19 Jun 2014

What to do about the rise of Isis in Iraq?

On what to do about the rise of Isis in Iraq, everyone suddenly has an opinion.  Men with names that once tripped off the tongue – David Petraeus, Paul Bremer, Paul Wolfowitz, Ryan Crocker – are re-emerging to do a twirl for think tanks and news organizations, and make their pronouncements on what the president might be best advised to do.


The blame game charts its usual course.  In terms of presidents, it’s a two horse race: George Bush for starting the war, Barack Obama for ending it too abruptly.

Republicans point their fingers at the Obama administration, reminiscing that at the end of President Bush’s term, things were looking tickety boo for Iraq. (For the latest version of that, see Dick Cheney on YouTube, pontificating from under his cowboy hat.)

Then, President Obama brought the troops home without leaving any behind to keep the peace, and then, to make matters worse, he choked on Syria.

The Democrats point right back, saying the Iraqis never wanted the Americans to stay, Americans never wanted the Americans to stay, and it is the Iraqi prime minister Nouri Al Maliki who’s fanned the crisis, by harshly refusing to share power with Sunni, and Kurdish factions, preferring to lock them up, and persecute their communities.

Read more: my enemy’s enemy? US considers Iran co-operation

Of course, it is Isis who must shoulder the majority of the blame – but sometimes in Washington’s political howl-around, they don’t rate a mention.

I took a walk today around the Vietnam and Korean War memorials in DC.

Down by the Potomac, it was no cooler than anywhere else in this city built on swampland.  You could have fried an egg on the pavement.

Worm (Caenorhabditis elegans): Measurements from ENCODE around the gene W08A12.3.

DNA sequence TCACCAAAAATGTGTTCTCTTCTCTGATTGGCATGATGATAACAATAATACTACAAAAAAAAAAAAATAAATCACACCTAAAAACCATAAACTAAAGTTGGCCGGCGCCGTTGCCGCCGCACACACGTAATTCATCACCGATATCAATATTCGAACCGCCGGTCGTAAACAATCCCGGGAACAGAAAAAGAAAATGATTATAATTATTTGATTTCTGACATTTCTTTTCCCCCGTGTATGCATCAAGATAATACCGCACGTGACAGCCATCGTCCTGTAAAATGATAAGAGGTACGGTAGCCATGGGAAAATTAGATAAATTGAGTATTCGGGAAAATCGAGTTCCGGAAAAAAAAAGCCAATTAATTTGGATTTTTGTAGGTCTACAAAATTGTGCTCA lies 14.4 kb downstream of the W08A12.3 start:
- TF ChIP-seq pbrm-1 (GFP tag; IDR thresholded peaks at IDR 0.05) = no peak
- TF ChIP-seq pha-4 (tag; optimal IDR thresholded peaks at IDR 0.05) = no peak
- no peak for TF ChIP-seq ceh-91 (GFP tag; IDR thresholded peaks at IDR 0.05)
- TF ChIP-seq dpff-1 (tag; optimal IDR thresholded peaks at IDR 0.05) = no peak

But that didn’t deter gaggles of tourists, shaded by umbrellas and hats, from walking steadily past the names carved into the basalt of the Vietnam memorial.

We met an American vet of the Iraq war there.  He’d served in Anbar province – the new frontline of the Isis advance.

Read more: for Obama on Iraq, the stakes have never been higher

He described himself as feeling ‘defeated’ by the new jihadi successes in Iraq, given that he and his fellow soldiers, and their families, had sacrificed so much to bring stability.

When I asked him whether he’d ever consider returning to the fight there, he said he was divided.

On one hand, it was shocking to see the gains they’d fought so long and hard for, given away so rapidly to another terrorist enemy.

On the other, he was lucky to have escaped with his life, when so many others had not. And that’s America’s dilemma, in a nutshell.

The latest state of play?  The president has consulted congressional leaders on options, but not made any decisions.

His vice president has spoken with the Iraqi prime minister, and leaders from the Sunni and Kurdish communities, stressing the need for national unity.

The general who chairs the joint chiefs of staff has briefed senators on the limits of what any military intervention might achieve, and warned that air strikes aren’t “as easy as looking at an iPhone video of a convoy and then striking it.”  There are still US warships in the Gulf. And  peace has not really broken out with Iran.

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